When prompted with the question, “how has the presidential campaign affected your life on and off campus?” Al-Madinah Cultural Center President ZamZam Yusuf responded saying “The day of the election my mom was telling me to watch out, say my prayers, don’t talk to anybody, and don’t tell anybody what you believe. But my mom doesn’t understand that I have no choice by the clothes I’m wearing and what I look like”. Many Muslim students share similar sentiment on campus, after several Islamaphobic events related to the presidential campaign surfaced on campus this semester. In November, an unidentified vandal painted the word “ISIS” over the Muslim Student Association’s panel on the Washington Ave Bridge. Events like this have created unease among many students belonging to various identities; refugee, Muslim, black, and LGBT, to name a few. Minority students on campus are not represented adequately within the University’s faculty and staff, and the University does not exceed or even meet expectations for protecting the diverse students it so claims to treasure.

    When asked his opinion on how he thinks President Kaler and the university administration could do better in addressing acts of hate towards minority groups on campus, Carlson student and Al-Madinah Cultural Center Historian Khalid Hammami answered with “I go to a Diversity Forum for Muslim Student Association every 2 weeks, and they sent a representative [from Office for Equity and Diversity] which I think is a good first step, but I want them to show their involvement, and I want them specifically to come and listen in and either set up a meeting themselves [which I think is their duty to do so]; set up a meeting to say “hey students, we want to hear your input” and I know Kaler is a busy guy but we have some pressing issues”.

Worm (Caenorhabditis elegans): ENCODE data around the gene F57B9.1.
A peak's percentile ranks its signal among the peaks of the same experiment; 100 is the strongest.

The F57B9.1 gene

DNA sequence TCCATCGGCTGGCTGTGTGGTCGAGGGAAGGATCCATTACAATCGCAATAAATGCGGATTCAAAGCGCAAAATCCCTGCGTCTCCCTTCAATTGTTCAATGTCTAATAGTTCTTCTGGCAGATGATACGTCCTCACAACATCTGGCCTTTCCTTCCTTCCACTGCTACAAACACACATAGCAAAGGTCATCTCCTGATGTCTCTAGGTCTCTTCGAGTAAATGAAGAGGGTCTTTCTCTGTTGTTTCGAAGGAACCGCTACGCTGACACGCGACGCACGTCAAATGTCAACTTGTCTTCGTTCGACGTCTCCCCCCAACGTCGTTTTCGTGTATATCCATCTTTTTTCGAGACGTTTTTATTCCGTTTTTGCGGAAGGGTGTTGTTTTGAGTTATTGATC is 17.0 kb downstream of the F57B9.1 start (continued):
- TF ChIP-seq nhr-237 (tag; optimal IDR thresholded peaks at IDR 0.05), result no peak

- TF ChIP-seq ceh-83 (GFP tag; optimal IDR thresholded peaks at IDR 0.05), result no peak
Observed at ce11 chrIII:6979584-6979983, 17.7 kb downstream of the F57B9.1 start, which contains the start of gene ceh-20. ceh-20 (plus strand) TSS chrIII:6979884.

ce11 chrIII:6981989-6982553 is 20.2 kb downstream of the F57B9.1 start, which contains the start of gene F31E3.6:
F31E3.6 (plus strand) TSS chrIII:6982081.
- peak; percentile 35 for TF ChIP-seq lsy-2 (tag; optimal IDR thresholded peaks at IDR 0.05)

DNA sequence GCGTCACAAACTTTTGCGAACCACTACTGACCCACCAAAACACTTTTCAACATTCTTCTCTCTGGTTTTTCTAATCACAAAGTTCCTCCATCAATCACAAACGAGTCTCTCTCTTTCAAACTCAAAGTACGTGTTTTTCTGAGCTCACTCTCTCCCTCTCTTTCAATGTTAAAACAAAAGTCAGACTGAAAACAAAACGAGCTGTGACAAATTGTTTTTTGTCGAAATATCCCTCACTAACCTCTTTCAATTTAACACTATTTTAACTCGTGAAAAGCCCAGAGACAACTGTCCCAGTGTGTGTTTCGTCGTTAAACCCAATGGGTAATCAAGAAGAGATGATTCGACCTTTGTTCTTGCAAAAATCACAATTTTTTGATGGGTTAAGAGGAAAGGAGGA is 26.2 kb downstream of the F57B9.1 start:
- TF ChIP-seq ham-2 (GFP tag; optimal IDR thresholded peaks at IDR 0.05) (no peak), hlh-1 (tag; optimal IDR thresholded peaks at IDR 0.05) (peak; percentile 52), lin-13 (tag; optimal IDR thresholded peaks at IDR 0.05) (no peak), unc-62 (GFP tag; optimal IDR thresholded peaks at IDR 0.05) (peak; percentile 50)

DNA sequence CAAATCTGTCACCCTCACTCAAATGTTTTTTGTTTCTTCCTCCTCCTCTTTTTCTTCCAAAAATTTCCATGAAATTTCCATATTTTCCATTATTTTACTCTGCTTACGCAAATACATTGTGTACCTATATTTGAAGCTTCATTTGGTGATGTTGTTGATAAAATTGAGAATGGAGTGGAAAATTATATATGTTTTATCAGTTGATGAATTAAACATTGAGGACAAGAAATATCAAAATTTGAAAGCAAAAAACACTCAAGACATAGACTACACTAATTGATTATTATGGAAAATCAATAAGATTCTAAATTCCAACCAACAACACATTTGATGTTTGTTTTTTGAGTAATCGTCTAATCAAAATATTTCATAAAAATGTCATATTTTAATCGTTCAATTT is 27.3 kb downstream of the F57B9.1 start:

On the topic of making campus more inclusive, CLA student Shahd Abukhdeir made a excellent suggestion: “I think that they need to have workshops, honestly, to work with students of color or for people to teach students of color. I’ve been to panel discussions for incoming teachers with a panel of students of color where the teachers just asked us questions and all of us addressed the situation, and we also said that if there’s something going on in the Middle Eastern community for example, like don’t look to me to be an advocate for my entire community, because I can only speak for myself. But at the same time, don’t be scared to ask us questions. Just because you’re the teacher doesn’t mean you can’t be taught something”.